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A web of steel and concrete: Design and construction of the Anzac Bridge
April 30, 2019 @ 5:30 pm - 7:00 pm$10 – $12
In conjunction with the Australian Society for History of Engineering and TechnologyIn the 1980s the NSW Roads and Traffic Authority began the process of designing a new bridge to replace the low-level Glebe Island Bridge which had been in use since 1903. This bridge, one of the first to use an electric motor to open and close a swing span, connected the western part of the inner-city with Balmain, Rozelle, and suburbs further west, while allowing ships to enter and leave Rozelle Bay and Blackwattle Bay.
After considering site constraints and design options, engineers at the RTA proposed a cable-stayed design for the main span across Johnstons Bay. This design would require two tall towers, one at each side of the Bay, to support the cables which would hold up the road deck. This novel design was approved, amid much criticism of the tower heights and the visual impact the bridge would have when finished.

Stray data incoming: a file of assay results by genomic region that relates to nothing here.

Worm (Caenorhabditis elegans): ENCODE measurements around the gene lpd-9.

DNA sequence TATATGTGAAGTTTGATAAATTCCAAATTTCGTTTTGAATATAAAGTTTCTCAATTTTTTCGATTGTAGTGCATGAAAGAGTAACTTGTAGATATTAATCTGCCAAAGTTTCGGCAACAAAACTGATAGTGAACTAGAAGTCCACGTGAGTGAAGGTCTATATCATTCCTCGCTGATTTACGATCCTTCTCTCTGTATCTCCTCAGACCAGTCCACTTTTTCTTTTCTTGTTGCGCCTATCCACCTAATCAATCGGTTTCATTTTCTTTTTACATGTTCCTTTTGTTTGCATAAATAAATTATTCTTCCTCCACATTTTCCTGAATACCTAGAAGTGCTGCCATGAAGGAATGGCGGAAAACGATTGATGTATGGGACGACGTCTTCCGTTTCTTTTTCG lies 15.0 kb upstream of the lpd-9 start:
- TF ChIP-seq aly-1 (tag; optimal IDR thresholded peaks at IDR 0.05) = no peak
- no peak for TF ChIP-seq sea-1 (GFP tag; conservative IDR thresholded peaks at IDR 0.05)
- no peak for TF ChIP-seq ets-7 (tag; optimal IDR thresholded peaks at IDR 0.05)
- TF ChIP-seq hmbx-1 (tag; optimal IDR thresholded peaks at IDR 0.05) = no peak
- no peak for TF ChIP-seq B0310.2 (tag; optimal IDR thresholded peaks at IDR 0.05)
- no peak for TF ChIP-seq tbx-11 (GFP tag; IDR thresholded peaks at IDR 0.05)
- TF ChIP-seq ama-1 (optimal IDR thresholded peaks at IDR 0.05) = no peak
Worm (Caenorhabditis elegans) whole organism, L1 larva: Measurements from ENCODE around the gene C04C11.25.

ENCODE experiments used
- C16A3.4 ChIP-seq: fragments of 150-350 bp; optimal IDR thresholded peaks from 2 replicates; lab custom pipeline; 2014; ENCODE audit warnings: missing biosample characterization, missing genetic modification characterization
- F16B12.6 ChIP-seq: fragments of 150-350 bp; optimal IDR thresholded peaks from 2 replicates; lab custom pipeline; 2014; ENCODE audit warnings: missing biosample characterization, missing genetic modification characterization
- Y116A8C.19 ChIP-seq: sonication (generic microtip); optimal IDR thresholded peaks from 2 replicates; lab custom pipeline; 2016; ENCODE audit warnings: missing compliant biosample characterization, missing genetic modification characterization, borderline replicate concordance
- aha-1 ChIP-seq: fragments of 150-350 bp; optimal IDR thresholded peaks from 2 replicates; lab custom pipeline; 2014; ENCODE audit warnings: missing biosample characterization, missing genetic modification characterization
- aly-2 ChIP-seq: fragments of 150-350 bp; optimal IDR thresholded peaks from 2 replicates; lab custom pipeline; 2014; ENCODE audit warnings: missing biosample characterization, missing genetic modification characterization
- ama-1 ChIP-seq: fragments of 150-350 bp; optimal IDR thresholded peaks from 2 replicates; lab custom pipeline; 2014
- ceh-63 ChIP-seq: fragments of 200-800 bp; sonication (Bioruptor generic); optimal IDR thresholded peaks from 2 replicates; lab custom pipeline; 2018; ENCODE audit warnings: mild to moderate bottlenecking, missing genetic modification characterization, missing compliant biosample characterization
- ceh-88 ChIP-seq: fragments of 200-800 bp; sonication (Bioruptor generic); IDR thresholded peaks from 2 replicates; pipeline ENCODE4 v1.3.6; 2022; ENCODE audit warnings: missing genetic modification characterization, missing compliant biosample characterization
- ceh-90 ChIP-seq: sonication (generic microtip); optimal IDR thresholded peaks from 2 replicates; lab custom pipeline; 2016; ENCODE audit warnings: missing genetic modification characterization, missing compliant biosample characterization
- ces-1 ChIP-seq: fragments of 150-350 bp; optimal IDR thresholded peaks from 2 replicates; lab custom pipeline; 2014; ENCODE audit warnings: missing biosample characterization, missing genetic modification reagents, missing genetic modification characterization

Construction of the massive piles and pile caps to support the towers commenced and these were completed in 1990. But, by then the NSW government had decided to delay the project until other sources of finance were found. Two years later the project resumed and in 1995 the new Glebe Island Bridge was opened.
About the speaker: Rob Renew was previously Principal Curator, Science & Industry at the Powerhouse Museum in Sydney. He made many site visits to the new Glebe Island Bridge during its construction, to interview engineers involved in its design, and to document the innovative construction processes used. He authored a chapter in the book To build a bridge: Glebe Island Sydney Australia which showcases a selection of David Moore’s photographs. Rob is currently president of the Australian Society for History of Engineering and Technology Inc. (ASHET).BUY TICKETS